Court of Protection and Deputyships – Legal Advice
When a loved one loses mental capacity and is no longer able to manage their property and affairs themselves it can be very stressful and there may be pressing issues which need to be resolved. An application may need to be made to the Court of Protection for an appropriate person to be appointed as that person’s Deputy.
A Deputy is granted authority by the Court of Protection to assist the person lacking capacity in managing their affairs and the Deputy will be able to do things like access the person’s bank accounts and sell their property on their behalf. Applications to the Court of Protection are lengthy and time consuming and strict procedures need to be adhered to. We can assist you in making this application and ensure that it is completed as efficiently and swiftly as possible.
We can also advise on a wide range of other issues relating to the Court of Protection and the Mental Capacity Act 2005 such as the following: making of statutory gifts, helping to resolve disputes involving deputies and attorneys, assisting deputies with the general administration of a loved one’s affairs, sales of property and associated matters. We can also make emergency applications and trustee applications.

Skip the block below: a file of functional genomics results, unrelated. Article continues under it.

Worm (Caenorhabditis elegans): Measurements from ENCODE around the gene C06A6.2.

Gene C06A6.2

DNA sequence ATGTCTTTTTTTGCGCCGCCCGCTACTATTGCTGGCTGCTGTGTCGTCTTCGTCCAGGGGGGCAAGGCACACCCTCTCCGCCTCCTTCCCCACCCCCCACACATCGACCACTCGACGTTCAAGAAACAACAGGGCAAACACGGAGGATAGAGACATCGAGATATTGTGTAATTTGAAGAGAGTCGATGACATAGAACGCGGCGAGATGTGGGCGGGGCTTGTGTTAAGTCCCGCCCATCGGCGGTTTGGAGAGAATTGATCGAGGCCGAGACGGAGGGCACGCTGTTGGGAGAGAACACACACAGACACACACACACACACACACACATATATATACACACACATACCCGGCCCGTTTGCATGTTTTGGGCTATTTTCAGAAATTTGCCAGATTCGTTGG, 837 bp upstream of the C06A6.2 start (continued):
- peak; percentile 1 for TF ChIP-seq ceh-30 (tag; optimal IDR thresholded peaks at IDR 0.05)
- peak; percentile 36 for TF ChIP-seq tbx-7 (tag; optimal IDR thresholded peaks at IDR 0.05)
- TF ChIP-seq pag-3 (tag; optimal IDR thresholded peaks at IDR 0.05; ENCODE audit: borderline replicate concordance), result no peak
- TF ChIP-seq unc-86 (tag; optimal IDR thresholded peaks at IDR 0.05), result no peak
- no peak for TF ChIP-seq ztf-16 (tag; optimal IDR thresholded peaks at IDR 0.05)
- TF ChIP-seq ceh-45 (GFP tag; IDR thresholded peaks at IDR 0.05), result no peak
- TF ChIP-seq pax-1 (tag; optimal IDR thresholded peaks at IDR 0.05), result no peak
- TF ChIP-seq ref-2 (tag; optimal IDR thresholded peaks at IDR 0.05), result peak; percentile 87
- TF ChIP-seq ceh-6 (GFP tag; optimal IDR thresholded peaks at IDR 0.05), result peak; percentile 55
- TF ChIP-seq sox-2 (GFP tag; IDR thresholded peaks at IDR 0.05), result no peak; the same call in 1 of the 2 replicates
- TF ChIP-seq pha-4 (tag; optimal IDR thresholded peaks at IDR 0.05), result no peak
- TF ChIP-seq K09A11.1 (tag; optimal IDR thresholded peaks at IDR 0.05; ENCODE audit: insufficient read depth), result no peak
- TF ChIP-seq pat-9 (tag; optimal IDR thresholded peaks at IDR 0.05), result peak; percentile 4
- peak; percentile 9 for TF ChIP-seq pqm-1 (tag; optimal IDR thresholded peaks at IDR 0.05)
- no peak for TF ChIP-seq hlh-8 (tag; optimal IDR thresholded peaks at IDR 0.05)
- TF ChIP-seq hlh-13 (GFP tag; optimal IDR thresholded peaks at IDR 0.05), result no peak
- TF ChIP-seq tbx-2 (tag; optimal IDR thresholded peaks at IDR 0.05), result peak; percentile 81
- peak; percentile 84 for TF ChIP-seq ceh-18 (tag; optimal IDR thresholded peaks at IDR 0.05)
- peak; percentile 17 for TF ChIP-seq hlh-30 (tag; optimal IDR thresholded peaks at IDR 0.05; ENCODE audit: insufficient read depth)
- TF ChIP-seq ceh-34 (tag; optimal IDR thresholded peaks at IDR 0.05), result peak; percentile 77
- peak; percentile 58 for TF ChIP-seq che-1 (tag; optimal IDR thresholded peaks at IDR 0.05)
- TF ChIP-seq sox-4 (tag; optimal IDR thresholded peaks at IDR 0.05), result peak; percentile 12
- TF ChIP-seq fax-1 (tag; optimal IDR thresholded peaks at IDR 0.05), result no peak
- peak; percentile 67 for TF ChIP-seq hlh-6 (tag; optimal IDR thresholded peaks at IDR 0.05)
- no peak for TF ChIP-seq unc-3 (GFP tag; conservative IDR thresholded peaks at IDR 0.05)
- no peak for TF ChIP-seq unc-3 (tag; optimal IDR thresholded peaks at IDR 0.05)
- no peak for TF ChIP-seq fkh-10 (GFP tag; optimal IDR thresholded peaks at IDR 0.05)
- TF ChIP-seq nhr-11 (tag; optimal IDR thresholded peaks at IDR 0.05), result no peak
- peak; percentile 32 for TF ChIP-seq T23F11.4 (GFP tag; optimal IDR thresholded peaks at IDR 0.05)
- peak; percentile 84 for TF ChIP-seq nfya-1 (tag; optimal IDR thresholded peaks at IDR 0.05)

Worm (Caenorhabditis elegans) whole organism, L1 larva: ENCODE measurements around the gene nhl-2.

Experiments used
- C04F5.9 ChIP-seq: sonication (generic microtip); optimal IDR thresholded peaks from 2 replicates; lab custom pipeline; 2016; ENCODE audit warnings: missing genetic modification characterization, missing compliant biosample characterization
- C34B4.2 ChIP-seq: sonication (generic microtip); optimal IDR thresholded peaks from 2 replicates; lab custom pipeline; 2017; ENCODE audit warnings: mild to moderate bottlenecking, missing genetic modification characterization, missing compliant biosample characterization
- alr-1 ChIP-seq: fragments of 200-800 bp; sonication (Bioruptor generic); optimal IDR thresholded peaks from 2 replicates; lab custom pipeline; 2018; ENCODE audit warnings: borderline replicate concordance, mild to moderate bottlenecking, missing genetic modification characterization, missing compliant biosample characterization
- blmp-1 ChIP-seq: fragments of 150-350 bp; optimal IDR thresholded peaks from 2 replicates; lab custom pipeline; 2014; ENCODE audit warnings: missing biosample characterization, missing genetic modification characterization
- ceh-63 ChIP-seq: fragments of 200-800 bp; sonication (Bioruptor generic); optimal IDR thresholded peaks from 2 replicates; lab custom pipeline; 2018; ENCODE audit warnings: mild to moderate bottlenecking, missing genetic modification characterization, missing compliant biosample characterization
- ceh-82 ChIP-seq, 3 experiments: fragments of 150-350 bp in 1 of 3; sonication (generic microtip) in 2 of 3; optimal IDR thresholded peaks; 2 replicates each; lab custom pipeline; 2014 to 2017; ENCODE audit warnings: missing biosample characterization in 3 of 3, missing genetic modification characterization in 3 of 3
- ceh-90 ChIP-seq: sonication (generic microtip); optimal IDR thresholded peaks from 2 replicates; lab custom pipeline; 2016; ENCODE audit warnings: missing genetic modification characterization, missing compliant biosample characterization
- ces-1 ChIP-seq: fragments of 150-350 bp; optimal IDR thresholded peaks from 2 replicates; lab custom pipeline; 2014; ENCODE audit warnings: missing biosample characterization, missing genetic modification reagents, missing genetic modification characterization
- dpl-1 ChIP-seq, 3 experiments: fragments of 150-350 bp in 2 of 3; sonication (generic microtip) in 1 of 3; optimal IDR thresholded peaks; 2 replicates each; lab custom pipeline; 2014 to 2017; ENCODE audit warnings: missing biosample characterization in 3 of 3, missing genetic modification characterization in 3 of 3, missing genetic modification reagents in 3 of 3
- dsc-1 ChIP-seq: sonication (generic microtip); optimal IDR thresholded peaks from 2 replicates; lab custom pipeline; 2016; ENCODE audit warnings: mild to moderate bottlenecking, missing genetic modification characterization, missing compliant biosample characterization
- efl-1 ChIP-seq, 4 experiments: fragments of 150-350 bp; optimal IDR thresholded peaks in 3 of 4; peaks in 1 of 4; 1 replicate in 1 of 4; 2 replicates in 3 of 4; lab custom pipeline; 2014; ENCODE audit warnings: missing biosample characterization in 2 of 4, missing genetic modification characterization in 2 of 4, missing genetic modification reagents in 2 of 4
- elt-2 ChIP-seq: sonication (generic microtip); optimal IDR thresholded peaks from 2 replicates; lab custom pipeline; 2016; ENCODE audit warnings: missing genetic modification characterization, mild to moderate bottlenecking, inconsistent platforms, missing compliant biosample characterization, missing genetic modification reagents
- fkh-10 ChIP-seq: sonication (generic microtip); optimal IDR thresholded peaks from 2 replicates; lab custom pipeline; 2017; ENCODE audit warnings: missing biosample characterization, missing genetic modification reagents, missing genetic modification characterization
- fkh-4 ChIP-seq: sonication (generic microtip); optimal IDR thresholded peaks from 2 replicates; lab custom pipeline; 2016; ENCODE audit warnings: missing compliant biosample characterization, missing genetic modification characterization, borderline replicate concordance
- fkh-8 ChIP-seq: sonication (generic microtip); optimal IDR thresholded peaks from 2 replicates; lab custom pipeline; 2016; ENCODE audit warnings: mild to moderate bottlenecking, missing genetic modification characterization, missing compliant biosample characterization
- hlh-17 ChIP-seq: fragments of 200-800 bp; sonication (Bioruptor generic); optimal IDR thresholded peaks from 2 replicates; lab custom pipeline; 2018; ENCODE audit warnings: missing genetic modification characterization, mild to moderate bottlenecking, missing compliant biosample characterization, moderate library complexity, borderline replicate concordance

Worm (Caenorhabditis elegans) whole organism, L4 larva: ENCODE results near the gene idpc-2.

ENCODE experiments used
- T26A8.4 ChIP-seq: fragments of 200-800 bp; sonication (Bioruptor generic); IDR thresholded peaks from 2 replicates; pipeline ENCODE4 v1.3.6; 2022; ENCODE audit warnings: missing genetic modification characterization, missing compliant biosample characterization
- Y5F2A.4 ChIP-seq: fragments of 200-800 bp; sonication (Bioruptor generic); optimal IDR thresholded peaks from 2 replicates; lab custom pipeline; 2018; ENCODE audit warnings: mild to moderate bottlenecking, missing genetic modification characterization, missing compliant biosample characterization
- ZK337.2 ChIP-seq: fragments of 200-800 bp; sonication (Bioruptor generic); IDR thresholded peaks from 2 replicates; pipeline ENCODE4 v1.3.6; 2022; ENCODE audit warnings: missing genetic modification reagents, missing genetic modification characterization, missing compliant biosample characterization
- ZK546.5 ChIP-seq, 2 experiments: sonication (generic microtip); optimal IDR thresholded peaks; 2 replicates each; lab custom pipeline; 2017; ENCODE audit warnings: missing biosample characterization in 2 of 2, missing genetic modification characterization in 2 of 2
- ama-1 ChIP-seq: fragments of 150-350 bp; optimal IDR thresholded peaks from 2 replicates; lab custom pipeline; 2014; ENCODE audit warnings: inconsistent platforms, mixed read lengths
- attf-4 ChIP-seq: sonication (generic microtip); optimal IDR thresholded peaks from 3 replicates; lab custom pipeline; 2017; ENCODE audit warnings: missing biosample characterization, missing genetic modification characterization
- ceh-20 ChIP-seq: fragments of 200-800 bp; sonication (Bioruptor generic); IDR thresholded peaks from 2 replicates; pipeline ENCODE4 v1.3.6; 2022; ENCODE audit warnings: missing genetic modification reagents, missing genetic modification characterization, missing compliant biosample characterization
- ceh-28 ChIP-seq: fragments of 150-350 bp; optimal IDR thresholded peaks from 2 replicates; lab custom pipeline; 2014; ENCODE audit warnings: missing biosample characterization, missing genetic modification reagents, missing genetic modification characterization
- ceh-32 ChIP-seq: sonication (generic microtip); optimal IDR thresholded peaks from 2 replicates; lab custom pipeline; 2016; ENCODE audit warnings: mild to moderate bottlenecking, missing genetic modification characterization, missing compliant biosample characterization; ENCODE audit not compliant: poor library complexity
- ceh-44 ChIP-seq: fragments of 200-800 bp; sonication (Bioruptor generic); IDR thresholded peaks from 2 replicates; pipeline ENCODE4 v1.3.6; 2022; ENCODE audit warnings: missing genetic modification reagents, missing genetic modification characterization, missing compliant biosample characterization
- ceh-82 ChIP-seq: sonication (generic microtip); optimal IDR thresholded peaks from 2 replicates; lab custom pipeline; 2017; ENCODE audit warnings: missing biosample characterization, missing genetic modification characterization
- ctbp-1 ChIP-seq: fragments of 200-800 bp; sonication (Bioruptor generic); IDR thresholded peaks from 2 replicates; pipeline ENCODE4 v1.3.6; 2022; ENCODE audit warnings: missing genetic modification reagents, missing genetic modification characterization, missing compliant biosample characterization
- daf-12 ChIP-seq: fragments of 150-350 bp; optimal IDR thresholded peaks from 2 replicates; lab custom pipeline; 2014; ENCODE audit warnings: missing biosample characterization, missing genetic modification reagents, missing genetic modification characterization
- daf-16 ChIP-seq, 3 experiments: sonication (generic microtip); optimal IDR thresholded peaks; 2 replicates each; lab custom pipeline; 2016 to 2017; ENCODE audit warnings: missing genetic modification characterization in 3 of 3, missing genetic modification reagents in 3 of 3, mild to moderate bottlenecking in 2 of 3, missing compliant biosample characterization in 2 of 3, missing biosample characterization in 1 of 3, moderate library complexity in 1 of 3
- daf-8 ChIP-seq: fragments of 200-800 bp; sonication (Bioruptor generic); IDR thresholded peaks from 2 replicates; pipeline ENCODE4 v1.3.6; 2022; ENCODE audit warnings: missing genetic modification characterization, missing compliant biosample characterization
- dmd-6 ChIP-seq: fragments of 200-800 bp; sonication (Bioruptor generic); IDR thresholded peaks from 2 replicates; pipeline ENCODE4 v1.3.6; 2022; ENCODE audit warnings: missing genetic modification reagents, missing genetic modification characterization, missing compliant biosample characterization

Please call 0113 284 5000 or e-mail a member of the probate & estate administration team for more information.
Frequently Asked Questions
If you were to lose your mental capacity to manage your property and affairs without having a Lasting Power of Attorney in place then an application could have to be made to the Court of Protection to appoint a deputy to assist you. This is a time consuming and lengthy process which can be avoided by making a Lasting Power of Attorney while you are still able to do so.